The 7 Man-Made Wonders of the World

Believe it or not, there is not only ONE list compiling the world’s spectacular wonders. Other lists include the wonders of the ancient world, the modern world, the underwater world, the industrial world, and more.

Back in 2001, a Swiss corporation known as the New7Wonders Foundation decided to compile a list of man-made wonders. Each of the 200 candidates was a monument that operates today as a for-profit attraction. Citizens from all over the world were asked to cast their votes, and the final results were officially released on July 7th, 2007.

Chichen Itza (Yucatan, Mexico)
Chichen Itza, found in Yucatan, Mexico, is a large archaeological site that represents what remains of one of the main focal points of the Mayan civilization. The site is comprised of over 100 paved roads and dozens of stone buildings, many of which were beautifully restored. Chichen Itza is considered to be the property of the federal government but the site is run and maintained by the National Institute of Anthropology and History.

Christ the Redeemer (Rio de Janeiro, Brazil)

The Christ the Redeemer statue found in Rio de Janiero is considered an important symbol of Christianity. The statue is located within the Tijuca Forest National Park and stands atop Corcovado Mountain. The Christ the Redeemer statue stands over 120 feet high and is considered the tallest statue representation of this image in the world.

Colosseum (Rome, Italy)
Almost everyone has heard of the Colosseum, either because he’s had the opportunity to visit or because he learned about the incredible amphitheatre while in school. The emperor known as Vespasian began construction around 70 AD and it was not completed until 80AD, when Titus was ruler.

Originally designed to hold over 80,000 spectators, the Colosseum was the site of several gladiator contests, executions, re-enactments, and theatrical performances. Despite having suffered severe damage from earthquakes and weather, the Colosseum is still one of the most visited tourist attractions in all of Rome.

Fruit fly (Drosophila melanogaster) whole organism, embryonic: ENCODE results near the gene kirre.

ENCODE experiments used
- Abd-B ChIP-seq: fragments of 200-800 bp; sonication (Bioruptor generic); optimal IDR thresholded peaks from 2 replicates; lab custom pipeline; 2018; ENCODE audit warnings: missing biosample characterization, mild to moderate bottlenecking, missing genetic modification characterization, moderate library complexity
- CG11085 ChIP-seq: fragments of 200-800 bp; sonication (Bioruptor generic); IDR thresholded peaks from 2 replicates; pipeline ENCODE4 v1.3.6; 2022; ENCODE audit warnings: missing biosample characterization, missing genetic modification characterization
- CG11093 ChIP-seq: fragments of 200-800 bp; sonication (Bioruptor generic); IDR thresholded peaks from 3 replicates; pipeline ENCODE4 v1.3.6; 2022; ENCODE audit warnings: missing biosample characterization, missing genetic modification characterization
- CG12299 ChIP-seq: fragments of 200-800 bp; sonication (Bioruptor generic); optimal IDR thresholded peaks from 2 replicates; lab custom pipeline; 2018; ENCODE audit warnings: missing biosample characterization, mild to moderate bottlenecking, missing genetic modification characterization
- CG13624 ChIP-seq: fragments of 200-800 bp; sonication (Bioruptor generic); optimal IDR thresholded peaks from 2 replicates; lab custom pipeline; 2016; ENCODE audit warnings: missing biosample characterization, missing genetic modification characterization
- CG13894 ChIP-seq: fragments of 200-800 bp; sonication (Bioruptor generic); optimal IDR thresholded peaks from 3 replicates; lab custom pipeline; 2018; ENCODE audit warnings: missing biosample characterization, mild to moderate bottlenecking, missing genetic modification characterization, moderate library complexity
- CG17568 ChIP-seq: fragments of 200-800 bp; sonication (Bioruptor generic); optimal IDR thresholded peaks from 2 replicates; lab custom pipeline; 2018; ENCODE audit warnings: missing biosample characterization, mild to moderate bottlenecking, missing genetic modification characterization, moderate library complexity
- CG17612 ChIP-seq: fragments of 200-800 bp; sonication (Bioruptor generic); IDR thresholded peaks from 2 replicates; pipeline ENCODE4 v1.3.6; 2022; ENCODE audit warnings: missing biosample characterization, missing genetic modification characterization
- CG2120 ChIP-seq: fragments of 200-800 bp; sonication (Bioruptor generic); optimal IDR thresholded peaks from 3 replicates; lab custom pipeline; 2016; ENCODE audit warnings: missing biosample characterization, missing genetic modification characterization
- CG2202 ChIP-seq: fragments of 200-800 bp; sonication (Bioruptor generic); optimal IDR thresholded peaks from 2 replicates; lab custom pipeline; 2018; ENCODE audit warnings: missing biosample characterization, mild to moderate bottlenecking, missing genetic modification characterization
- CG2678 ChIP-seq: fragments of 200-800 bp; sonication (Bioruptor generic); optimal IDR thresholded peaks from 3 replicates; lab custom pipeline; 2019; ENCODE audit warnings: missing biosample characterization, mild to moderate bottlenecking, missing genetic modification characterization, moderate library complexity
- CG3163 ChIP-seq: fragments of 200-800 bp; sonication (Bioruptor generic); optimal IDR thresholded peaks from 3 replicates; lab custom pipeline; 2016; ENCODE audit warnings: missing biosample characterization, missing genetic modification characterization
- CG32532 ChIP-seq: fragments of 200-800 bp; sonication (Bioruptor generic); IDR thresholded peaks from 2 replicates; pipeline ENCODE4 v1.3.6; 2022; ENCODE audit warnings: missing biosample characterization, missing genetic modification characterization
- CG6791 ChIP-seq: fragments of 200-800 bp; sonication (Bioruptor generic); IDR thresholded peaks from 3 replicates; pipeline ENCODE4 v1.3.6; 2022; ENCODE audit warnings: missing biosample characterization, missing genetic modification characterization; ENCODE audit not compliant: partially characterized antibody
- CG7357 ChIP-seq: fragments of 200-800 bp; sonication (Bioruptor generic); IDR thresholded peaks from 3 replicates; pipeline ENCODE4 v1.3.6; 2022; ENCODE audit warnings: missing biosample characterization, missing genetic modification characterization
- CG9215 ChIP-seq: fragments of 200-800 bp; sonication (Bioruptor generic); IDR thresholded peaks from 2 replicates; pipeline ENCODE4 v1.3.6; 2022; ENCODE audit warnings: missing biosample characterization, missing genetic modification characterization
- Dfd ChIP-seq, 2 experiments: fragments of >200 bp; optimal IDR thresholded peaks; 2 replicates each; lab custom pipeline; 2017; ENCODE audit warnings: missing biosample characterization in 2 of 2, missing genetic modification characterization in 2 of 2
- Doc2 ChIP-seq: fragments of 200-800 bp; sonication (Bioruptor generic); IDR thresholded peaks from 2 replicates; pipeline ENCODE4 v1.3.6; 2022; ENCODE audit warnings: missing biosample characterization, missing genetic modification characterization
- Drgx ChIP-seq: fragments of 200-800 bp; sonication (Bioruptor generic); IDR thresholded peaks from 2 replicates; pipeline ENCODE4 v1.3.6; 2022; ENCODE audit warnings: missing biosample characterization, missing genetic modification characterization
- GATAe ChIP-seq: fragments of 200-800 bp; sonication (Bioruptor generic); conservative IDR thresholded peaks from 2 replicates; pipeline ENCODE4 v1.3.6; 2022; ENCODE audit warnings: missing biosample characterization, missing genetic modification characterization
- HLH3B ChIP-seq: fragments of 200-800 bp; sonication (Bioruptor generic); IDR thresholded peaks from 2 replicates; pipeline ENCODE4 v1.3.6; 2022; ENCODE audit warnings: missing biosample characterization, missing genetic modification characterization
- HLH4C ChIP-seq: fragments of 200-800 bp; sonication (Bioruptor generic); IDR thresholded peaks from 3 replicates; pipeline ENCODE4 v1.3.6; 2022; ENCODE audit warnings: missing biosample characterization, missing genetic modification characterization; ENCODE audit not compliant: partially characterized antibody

Great Wall of China (China)

The original Great Wall of China was originally built to protect the borders of China from attacks throughout the years between the 5th century BC and the current 16th century. Believe it or not, there was more than one “Great Wall of China,” each built in a different area and by a different emperor.

The Great Wall was built over the course of centuries and is over 4,000 miles long. It begins in Shanhaiguan and ends in Lop Nur. The Ming Wall was considered the most important section, at the peak, and was once guarded by over a million soldiers.

Machu Picchu (Cuzco, Peru)
Machu Picchu, also known as “The Lost City of the Incas,” rests on a mountain ridge in the Urubamba Valley over 8,000 feet above sea level. The city was originally built back in 1460 and was considered one of the main symbols of the Inca Empire. It was abandoned during the Spanish conquest and legend says the land was forgotten until 1911 when it was rediscovered by an American historian known as Hiram Bingham.

There is evidence that the site may have been discovered 50-100 years earlier, but those discoverers only pillaged the site and left again. The site is now one of the most visited tourist attractions in Peru.

Petra (Jordan)

On the slopes of Mount Hor in the Arabah section of Jordan you’ll find Petra. The site is considered one of the most stunning architectural attractions in the world, with each building cut directly into the mountain wall. Both the interior and exterior artwork is astounding.

The site wasn’t discovered until 1812, but it is believed that the area has been occupied since as early as the Eighteenth Dynasty of Egypt. The government has now designed an official “Visitor Centre” to accommodate tourists. The site is has been listed as World Heritage Site since 1985.

Taj Mahal (Agra, India)

The Taj Mahal in Agra, India is perhaps one of the most beautiful and stunning pieces of architecture in the world. It was built as a mausoleum where the Mughal Emperor known as Shah Jahan was to bury his wife Mumtaz Mahal.

The construction of the Taj Mahal began in 1632 and was not completed until 1653. The buildings architecture draws from not only Mughal styles but also Ottoman, Islamic, Persian, and more. Visitors from around the world flock to Agra to see the domed marble ceiling and spectacular artistry as well as to pay their respects.

Honorary 8th Wonder - Great Pyramid (Giza, Egypt)

The Great Pyramid is considered a natural wonder and the Egyptian government was disappointed that it would have to compete with several man-made monuments like the Sydney Opera House and those that were chosen. As a compromise, the Great Pyramid is considered to be the “Honorary Candidate” after the 7 modern wonders of the world.

Here they are - the seven man-made wonders of the world (with an honorable runner up). Looking to plan a special trip this year? Consider touring the world to see each one - or work them into your vacation itineraries as you plan your vacations for years to come. We can only guarantee that no matter where you end up you won’t be disappointed.

Subscribe to receive free email updates: